PLANS for thousands of new homes in a North-East town have been revised  - after residents voiced their concerns during a consultation process.

Last summer, Darlington Borough Council received hundreds of responses to a consultation on its Making and Growing Places development plan, which highlights areas for potential development in the borough up to 2026.

The majority of comments came from residents living near potential housing developments, after the authority announced it must build about 5,800 new dwellings by 2026.

Following the consultation, planners have produced a revised draft policy, which includes plans for a further 400 dwellings.

Two options for a 350-dwelling development in the Harrowgate Hill area are also included in the new policy, which will include a new 315-place primary school and 26-place nursery.

The number of dwellings proposed for land to the east of Red Hall, Haughton and Great Burdon has increased from 250 to 600 and will form part of a new neighbourhood.

A number of dwellings are also proposed for the former Arts Centre site, Alexander Street and Blackett Road, land north of Red Hall and the former Ravensthorpe School site.

Following last year’s consultation, land at Carmel College, Glebe Road South and opposite the White Horse Pub, in Burtree Lane, is no longer included in the policy.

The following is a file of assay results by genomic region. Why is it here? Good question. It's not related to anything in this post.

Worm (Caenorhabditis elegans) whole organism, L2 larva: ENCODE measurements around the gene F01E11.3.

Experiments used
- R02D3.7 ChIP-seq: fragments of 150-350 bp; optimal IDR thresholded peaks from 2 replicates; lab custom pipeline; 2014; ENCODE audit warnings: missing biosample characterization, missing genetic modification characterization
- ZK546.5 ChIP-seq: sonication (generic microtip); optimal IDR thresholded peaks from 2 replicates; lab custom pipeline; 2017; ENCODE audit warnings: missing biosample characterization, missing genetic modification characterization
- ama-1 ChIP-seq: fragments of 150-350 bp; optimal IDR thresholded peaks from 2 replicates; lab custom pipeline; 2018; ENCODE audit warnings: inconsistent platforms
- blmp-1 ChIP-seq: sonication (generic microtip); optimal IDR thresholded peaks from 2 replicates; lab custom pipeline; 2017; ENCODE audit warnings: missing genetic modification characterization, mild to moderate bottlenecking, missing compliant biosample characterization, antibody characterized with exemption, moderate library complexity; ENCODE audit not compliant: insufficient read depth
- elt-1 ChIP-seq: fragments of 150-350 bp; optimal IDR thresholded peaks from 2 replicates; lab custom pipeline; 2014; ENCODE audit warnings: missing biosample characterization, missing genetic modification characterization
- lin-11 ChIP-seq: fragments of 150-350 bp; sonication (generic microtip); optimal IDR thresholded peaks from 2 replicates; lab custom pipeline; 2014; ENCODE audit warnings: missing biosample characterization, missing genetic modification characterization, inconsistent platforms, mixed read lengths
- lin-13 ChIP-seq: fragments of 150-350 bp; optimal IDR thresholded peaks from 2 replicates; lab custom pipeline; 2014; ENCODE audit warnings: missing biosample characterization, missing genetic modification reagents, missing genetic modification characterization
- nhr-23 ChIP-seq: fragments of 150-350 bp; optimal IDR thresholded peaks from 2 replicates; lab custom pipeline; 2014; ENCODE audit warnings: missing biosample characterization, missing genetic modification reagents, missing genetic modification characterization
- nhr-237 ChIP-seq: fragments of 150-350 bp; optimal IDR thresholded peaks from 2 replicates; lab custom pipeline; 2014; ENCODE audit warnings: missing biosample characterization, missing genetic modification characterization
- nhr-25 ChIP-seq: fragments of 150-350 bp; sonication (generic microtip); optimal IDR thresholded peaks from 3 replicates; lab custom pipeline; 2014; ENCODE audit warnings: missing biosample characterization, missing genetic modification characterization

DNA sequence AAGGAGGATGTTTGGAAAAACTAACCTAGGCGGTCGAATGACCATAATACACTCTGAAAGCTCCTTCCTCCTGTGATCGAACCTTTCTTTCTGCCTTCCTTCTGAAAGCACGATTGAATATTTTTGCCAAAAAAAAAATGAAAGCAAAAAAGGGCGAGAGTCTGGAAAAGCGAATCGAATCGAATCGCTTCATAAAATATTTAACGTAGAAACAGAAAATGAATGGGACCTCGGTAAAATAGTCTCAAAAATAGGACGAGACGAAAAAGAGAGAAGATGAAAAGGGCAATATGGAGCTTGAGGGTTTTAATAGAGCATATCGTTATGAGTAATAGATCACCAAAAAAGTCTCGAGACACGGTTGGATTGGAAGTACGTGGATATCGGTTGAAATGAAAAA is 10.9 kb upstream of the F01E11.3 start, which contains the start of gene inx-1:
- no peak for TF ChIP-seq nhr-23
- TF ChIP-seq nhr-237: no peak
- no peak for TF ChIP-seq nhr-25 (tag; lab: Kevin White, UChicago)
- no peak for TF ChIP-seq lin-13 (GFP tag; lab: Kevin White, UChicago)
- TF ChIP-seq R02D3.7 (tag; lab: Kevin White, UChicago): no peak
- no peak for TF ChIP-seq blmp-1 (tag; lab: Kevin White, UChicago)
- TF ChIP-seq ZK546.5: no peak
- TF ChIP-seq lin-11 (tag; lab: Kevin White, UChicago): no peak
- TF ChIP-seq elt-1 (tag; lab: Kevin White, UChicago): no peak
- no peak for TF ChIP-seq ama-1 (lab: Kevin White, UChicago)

The number of proposed dwellings for the central park and town centre fringe areas has also reduced by around 400.

Steve Petch, the council’s place strategy manager, said the proposals were necessary to keep up with housing demand.

He said: “The issue for more houses is the same in Darlington as it is in the rest of the country.”

Members of Darlington council’s cabinet are recommended to approve the revised report at a meeting on Tuesday (April 29) and public consultation will run from May 23, to July 4.

Councillor Chris McEwan, the council’s cabinet member for economy and regeneration, said: “It is important that we find out what people think about these revised plans for where new housing should go, and that people affected by new proposed sites have the same opportunity to comment as people did last year on the initial proposed sites.

“New housing is essential to support our ambitions for economic growth and a better quality of life for all.”

Information on consultation events will be released in due course.

The documents will also be available online on the council's website